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Old 19-05-2010, 13:33   #1
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Boat Names...

Ok, I was reading another thread on "pattent" infringement... something I deal with daily. It got me to thinking.... what name would you choose for your boat... or did you choose for your boat?

Then Why? was it just cool at the time. an event in your history. family heirloom/ custom... like Billy Bob Winkerstein III or something like that.

Finally what did you choose or what have you decided to name your future boat.....

Then are there any regulations on naming? Coastguard etc? Does it have to be in the language of boat registration?

I have a last name that as I trace it back to the orrigins, creates an appropriate name... well I think so anyway, but no one would be able to pronounce it here stateside... It only means something to me and my imediate family. The rest of the family don't have the same name due to my father being the only son and none of them speak the native language that the name is from so they wouldn't know the meaning.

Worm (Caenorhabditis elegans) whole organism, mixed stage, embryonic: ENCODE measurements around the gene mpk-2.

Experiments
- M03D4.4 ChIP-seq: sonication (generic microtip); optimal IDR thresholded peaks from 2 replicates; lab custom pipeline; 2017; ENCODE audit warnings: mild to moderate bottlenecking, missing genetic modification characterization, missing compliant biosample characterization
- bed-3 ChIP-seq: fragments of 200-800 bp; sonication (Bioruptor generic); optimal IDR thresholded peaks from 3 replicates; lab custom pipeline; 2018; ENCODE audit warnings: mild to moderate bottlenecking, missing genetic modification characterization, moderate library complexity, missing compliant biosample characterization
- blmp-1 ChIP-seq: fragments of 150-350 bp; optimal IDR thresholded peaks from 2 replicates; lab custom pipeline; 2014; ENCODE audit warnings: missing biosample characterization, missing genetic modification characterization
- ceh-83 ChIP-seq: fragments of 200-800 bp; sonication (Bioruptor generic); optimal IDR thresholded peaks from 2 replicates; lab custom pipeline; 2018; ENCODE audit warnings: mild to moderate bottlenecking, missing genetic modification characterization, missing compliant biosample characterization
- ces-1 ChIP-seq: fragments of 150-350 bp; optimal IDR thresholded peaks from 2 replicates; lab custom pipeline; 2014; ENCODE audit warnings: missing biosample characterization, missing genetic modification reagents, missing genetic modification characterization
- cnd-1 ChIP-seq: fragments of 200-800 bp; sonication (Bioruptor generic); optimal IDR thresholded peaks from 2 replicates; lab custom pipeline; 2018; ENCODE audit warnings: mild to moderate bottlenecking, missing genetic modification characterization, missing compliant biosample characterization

Would it still be an appropriate boat name?

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Old 19-05-2010, 19:15   #2
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Renaming the boat is a pleasure of ownership. The ceremony has many traditions and folklore. If you are superstitious, disregard at your own peril. If you are no superstitious just do it anyway because it is a lot of fun.

In naming the boat there is some conventional wisdom - I would be careful about naming the boat something you state no one could pronounce -

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N a m i n g G u i d e l i n e s / Boat Name Tradition
a. Generally Named after Vessel’s Occupation or Something Personal For the Owner
– often feminine or terms of endearment
b. Keep it Simple, Use your Imagination & Have Fun!
c. Do Not:
– Name after a Ship of Misfortune ( Titanic, Lusitania, Andrea Doria, etc. )
– Have a name, which is pompous, arrogant or threatening
– Give an Impressive Name ( name should be humble )